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Like many decades before, the 1890's were filled with great achievements by African-Americans as well as many injustices. Almost thirty years after the establishment of the 13th, 14th, and 15th Amendments, African-Americans such as Booker T. Washington were establishing and heading schools. Ordinary African-American men were losing their right to vote through Grandfather clauses, poll taxes, and literacy exams.
William Henry Lewis and William Sherman Jackson become the first African-American football players on a white college team.
Provident Hospital, the first African-American owned hospital, is established by Dr. Daniel Hale Williams.
Opera soprano Sissieretta Jones becomes the first African-American to perform at Carnegie Hall.
Ida B. Wells launches her anti-lynching campaign by publishing the book, Southern Horrors: Lynch Laws and in All Its Phases. Wells also delivers a speech at Lyric Hall in New York. Wells' work as an anti-lynching activist is highlighted with the high number of lynchings--230 reported--in 1892.
The National Medical Association is established by African-American doctors because they are barred from the American Medical Association.
African-American newspaper, The Baltimore Afro-American is established by John H. Murphy, Sr., a former slave.
Dr. Daniel Hale Williams successfully performs an open heart surgery in Provident Hospital. Williams' work is considered the first successful operation of its kind.
Bishop Charles Harrison Mason establishes The Church of God in Christ in Memphis, Tn.
W.E.B.DuBois is the first African-American to receive a Ph.D. from Harvard University.
Booker T. Washington delivers the Atlanta Compromise at the Atlanta Cotton States Exposition.
The National Baptist Convention of American is established through the merging of three Baptist organizations--the Foreign Mission Baptist Convention, the American National Baptist Convention, and the Baptist National Educational Convention.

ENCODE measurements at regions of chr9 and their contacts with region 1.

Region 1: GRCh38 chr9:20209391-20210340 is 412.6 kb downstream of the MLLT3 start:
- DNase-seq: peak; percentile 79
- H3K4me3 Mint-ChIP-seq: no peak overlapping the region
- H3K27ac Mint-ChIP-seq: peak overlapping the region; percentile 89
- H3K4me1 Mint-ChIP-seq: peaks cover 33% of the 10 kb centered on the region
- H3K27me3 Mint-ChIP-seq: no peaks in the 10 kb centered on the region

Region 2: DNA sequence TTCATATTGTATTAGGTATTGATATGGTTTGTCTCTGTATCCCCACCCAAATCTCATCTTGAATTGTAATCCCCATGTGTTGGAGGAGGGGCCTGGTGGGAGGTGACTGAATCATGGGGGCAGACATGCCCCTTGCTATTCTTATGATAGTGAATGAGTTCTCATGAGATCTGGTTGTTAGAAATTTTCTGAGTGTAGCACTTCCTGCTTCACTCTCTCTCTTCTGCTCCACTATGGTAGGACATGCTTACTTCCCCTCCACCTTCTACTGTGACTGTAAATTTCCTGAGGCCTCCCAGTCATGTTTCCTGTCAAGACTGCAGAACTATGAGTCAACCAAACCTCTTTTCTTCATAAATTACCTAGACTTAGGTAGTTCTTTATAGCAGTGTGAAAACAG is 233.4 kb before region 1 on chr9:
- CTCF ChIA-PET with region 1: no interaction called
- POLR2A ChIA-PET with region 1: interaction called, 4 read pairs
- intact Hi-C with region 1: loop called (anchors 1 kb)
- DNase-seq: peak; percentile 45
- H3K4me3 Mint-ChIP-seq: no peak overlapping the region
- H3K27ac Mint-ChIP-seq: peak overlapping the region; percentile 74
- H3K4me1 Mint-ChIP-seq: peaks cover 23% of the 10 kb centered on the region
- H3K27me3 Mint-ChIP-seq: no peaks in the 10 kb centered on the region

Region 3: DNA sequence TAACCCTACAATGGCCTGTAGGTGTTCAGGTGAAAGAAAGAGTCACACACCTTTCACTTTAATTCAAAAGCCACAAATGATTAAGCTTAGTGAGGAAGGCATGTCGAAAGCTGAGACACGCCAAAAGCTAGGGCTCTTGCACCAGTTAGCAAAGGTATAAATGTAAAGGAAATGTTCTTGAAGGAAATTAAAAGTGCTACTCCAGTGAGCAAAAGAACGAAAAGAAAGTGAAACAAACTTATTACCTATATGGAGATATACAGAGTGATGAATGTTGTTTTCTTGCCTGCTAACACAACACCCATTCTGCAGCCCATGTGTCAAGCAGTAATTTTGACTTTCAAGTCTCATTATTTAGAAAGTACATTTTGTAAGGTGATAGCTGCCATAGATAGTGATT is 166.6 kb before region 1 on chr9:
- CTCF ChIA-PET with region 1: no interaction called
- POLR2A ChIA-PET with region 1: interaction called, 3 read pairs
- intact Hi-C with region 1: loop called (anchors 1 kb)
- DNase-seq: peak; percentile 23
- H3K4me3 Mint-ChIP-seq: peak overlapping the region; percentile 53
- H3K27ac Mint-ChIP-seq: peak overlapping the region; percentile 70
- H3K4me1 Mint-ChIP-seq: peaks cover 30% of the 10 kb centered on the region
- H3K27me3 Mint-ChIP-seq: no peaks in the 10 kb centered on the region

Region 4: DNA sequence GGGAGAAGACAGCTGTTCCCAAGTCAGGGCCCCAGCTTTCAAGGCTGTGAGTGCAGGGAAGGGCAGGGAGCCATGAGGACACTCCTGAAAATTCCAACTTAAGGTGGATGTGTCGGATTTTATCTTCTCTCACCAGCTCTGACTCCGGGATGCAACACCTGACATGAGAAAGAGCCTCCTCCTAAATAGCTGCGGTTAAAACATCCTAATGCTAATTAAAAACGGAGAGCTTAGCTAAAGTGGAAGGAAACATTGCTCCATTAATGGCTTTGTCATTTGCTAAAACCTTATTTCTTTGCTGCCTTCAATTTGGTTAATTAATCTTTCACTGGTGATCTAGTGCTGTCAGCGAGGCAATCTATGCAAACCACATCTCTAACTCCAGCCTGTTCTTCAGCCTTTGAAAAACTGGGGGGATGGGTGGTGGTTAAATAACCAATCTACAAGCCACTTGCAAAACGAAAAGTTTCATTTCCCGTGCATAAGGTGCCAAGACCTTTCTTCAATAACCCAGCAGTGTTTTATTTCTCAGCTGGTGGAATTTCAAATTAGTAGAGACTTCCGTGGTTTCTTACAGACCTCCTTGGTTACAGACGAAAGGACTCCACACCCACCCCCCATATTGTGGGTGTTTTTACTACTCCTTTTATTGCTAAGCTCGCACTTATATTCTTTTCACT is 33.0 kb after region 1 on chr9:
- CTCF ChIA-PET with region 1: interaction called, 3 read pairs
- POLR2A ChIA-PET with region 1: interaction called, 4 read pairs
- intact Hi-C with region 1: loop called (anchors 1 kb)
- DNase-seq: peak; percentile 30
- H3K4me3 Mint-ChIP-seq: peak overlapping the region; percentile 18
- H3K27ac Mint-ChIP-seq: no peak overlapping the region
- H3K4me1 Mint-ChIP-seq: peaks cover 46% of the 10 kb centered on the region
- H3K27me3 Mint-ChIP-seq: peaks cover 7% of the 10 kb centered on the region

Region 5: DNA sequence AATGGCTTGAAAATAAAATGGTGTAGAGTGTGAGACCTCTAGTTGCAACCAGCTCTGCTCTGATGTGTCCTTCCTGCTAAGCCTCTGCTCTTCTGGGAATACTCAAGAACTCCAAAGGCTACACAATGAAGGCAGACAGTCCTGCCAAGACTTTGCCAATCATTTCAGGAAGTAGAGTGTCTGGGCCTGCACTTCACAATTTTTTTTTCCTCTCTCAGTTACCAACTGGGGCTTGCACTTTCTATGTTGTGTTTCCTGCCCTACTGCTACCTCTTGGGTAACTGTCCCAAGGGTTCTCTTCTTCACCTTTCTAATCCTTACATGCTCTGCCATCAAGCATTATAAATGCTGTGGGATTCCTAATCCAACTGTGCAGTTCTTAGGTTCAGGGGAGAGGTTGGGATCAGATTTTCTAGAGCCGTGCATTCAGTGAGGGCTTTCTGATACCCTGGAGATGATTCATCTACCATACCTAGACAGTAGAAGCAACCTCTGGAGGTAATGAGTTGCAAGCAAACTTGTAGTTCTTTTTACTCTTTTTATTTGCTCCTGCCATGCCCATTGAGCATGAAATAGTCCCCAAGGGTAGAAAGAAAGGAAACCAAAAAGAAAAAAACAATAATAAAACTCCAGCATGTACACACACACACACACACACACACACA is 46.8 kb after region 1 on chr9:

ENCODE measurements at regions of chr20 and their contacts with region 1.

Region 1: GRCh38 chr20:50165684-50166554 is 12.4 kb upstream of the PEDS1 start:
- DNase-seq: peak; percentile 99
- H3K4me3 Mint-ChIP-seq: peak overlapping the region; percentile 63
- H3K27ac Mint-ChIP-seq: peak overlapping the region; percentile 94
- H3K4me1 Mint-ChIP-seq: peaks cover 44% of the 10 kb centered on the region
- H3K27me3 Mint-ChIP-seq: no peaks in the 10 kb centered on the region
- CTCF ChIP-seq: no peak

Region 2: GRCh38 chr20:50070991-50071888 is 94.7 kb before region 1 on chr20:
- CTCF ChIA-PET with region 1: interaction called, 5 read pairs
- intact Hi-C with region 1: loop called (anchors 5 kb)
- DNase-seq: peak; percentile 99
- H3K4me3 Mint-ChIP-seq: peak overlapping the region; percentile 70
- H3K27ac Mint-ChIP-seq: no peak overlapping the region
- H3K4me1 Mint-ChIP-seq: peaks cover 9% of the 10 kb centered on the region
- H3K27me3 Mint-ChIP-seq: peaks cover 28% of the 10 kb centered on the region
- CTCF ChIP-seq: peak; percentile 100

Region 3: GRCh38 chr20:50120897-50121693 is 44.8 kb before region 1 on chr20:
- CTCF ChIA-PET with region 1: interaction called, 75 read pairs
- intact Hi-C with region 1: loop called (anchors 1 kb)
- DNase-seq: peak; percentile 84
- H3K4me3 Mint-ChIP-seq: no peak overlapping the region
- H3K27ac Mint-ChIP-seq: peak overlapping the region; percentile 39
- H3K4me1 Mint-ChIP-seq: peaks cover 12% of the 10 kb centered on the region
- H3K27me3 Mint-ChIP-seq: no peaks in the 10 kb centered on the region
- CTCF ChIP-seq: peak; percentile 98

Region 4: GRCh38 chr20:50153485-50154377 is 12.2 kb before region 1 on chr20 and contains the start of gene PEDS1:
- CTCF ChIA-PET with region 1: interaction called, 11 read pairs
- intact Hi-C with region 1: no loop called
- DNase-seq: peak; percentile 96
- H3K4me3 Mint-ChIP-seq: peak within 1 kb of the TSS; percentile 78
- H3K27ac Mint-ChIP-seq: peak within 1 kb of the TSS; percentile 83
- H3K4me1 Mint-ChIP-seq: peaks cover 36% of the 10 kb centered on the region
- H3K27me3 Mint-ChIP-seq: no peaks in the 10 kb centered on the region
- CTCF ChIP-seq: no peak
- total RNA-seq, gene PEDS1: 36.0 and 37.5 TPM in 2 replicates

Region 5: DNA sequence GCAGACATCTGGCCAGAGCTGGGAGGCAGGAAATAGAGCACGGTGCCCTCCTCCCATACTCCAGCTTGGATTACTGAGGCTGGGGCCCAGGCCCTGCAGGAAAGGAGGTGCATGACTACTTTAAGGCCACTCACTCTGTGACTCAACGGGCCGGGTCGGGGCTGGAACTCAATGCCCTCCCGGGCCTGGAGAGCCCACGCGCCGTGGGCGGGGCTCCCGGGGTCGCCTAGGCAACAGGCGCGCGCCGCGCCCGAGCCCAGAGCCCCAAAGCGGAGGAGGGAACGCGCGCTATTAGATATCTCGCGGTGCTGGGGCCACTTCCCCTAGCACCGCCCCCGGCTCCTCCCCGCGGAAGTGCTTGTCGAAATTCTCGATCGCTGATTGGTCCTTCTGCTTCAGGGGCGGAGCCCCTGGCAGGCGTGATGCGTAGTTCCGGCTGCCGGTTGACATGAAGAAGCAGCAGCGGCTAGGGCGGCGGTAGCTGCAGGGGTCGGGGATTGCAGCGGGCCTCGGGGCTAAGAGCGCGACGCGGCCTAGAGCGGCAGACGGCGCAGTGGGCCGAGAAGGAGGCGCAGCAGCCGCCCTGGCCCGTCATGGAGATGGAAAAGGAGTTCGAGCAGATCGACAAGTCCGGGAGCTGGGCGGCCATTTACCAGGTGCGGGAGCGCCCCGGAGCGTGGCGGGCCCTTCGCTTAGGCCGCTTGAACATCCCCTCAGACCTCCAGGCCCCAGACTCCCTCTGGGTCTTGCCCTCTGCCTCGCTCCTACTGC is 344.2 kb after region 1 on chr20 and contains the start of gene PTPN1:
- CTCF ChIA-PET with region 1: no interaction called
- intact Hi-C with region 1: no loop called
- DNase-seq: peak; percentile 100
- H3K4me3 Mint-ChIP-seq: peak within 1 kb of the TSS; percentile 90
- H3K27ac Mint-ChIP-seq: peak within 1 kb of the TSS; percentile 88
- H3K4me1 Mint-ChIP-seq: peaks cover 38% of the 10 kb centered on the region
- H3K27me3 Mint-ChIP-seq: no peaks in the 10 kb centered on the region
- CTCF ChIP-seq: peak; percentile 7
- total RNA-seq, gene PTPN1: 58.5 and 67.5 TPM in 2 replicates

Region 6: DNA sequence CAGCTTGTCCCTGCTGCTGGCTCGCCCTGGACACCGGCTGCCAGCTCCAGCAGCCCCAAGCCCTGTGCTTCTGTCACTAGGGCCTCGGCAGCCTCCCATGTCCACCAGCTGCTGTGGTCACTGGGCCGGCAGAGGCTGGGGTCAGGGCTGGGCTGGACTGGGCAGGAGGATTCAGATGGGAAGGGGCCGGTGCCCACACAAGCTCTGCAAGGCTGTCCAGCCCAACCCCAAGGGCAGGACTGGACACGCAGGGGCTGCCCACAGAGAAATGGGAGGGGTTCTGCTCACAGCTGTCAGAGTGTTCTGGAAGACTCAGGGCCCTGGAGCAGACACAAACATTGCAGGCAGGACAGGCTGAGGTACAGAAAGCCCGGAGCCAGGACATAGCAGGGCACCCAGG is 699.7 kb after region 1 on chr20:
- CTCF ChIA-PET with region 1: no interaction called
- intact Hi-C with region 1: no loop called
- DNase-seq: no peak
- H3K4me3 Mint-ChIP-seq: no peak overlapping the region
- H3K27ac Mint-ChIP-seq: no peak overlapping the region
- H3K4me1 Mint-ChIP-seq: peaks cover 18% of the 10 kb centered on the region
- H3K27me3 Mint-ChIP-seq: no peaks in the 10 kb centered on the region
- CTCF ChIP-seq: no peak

The Supreme Court rules in the Plessy v. Ferguson case that separate but equal laws are not unconstitutional and do not contradict the 13th and 14th Amendments.
The National Association of Colored Women (NACW) is established. Mary Church Terrell is elected as the organization's first president.
George Washington Carver is selected to head the agricultural research department at Tuskegee Institute. Carver's research advances the growth of soybean, peanut, and sweet potato farming.
The American Negro Academy is founded in Washington D.C. The purpose of the organization is to promote African-American work in the fine arts, literature and other areas of study. Prominent members included Du Bois, Paul Laurence Dunbar, and Arturo Alfonso Schomburg.
The Phillis Wheatley Home is established in Detroit by the Phillis Wheatley Women's Club. The purpose of the home--which quickly spread to other cities--was to provide shelter and resources for African-American women.
The Louisiana Legislature enacts the Grandfather Clause. Included in the state constitution, the Grandfather Clause only allows men whose fathers or grandfathers were qualified to vote on January 1, 1867, the right to register to vote. In addition, to meeting this stipulation, African-American men had to meet educational and/or property requirements.
When the Spanish-American War begins on April 21, 16 African-American regiments are recruited. Four of these regiments fight in Cuba and the Philippines with several African-American officers commanding troops. As a result, five African-American soldiers win Congressional Medals of Honor.
The National Afro-American Council is established in Rochester, NY. Bishop Alexander Walters is elected the organization's first president.
Eight African-Americans are killed in the Wilmington Riot on November 10. During the riot, white Democrats removed--with force-Republican officers of the city.
The North Carolina Mutual and Provident Insurance company is established. The National Benefit Life Insurance Company of Washington D.C. is also founded. The purpose of these companies is to provide life insurance to African-Americans.
African-American voters in Mississippi are disenfranchised through the U.S. Supreme Court ruling in Williams v. Mississippi.
June 4 is named as a national day of fasting to protest lynching. The Afro-American Council spearheads this event.
Scott Joplin composes the song Maple Leaf Rag and introduces ragtime music to the United States.